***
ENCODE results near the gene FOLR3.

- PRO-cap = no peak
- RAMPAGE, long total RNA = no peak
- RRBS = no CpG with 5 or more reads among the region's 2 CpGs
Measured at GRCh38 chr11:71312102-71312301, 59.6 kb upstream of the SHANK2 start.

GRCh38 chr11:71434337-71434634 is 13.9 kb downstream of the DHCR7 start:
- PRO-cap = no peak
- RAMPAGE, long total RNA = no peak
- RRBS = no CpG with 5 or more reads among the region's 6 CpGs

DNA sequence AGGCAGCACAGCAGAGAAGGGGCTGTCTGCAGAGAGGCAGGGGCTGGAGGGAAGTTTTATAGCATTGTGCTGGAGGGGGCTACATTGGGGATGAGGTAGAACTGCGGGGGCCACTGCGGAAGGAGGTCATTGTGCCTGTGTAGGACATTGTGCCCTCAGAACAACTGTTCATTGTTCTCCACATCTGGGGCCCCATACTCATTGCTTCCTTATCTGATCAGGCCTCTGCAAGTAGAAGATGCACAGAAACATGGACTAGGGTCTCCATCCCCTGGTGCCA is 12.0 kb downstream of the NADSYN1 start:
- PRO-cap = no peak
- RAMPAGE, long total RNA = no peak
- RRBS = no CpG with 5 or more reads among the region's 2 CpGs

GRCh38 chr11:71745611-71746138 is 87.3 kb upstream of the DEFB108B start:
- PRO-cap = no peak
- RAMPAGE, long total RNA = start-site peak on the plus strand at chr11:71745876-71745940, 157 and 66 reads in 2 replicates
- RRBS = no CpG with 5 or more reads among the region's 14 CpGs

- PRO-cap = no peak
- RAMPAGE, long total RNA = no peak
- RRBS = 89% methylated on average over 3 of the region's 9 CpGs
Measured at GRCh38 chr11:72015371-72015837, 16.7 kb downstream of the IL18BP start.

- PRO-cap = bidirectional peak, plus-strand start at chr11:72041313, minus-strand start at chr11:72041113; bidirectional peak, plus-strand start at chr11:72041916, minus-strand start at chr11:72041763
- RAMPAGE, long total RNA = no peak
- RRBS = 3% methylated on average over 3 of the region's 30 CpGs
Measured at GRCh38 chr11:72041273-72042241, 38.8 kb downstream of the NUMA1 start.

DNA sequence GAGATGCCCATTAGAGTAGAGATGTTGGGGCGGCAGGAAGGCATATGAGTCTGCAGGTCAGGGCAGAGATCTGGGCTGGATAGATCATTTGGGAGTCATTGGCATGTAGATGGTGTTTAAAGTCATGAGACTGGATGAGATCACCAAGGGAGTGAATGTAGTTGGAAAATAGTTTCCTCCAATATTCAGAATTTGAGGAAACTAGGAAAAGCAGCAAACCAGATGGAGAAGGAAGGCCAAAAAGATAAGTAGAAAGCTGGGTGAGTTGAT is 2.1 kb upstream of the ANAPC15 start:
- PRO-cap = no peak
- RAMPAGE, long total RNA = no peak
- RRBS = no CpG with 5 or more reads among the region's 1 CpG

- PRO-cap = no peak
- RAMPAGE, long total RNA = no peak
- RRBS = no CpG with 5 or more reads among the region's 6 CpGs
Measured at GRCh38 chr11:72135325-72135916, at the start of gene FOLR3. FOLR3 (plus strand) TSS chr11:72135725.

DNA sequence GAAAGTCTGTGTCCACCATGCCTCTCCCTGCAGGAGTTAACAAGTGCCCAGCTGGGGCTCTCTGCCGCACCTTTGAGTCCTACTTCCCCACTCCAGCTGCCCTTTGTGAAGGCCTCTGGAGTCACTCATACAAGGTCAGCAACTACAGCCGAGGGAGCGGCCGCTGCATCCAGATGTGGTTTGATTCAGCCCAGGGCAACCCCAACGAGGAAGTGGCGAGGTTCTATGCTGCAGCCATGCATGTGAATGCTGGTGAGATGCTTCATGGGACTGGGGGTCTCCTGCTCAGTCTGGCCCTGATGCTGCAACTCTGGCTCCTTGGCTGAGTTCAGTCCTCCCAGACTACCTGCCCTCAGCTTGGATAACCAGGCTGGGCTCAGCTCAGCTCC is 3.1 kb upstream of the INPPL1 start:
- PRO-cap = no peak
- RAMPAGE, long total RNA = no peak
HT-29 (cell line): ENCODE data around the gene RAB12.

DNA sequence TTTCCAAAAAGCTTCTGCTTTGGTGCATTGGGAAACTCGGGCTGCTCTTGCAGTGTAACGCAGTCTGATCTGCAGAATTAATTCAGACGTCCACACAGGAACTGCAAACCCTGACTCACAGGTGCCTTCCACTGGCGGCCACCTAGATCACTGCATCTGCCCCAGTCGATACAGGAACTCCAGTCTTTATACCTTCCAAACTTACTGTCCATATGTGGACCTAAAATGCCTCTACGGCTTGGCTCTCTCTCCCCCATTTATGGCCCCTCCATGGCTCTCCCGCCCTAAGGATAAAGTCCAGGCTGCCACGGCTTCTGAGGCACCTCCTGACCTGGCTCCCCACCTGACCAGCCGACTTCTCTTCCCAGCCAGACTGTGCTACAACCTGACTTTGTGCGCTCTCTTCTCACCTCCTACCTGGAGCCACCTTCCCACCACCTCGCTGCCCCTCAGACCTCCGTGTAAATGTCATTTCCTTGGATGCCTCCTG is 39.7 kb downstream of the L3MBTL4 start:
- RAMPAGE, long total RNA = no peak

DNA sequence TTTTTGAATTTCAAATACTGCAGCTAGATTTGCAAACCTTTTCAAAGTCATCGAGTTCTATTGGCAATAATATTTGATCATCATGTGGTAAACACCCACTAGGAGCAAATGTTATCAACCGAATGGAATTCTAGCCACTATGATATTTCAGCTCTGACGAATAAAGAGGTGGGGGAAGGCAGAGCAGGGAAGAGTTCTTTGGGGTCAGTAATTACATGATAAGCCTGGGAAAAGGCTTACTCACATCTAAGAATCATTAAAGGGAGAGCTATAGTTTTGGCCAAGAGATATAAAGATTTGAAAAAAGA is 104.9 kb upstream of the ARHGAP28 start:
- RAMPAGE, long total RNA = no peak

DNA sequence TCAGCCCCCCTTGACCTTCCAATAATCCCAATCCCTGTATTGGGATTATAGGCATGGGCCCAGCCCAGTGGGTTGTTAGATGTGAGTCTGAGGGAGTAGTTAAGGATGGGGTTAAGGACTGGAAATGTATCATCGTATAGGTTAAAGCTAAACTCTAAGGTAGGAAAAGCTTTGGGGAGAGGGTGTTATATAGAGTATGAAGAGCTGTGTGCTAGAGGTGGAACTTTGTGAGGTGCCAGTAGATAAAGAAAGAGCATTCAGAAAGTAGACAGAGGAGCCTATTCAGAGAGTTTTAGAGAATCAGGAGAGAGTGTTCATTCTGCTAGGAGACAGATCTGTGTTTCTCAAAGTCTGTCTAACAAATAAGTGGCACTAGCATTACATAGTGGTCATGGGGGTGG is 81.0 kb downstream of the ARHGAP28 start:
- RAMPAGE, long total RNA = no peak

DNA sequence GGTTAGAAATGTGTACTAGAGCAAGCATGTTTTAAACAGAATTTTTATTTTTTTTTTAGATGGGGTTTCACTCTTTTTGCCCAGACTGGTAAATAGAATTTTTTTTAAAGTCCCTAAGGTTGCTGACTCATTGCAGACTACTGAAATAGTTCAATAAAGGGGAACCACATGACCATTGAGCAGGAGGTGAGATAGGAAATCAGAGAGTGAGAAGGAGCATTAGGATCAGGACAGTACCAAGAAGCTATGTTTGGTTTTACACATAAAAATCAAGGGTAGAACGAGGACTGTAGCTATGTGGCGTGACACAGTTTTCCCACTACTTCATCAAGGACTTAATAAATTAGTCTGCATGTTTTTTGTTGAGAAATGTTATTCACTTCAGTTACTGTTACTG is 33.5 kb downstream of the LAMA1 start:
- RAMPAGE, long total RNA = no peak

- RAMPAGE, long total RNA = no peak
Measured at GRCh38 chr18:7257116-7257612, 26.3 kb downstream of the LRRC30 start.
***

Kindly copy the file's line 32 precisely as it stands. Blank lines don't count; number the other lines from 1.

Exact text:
- RRBS = no CpG with 5 or more reads among the region's 6 CpGs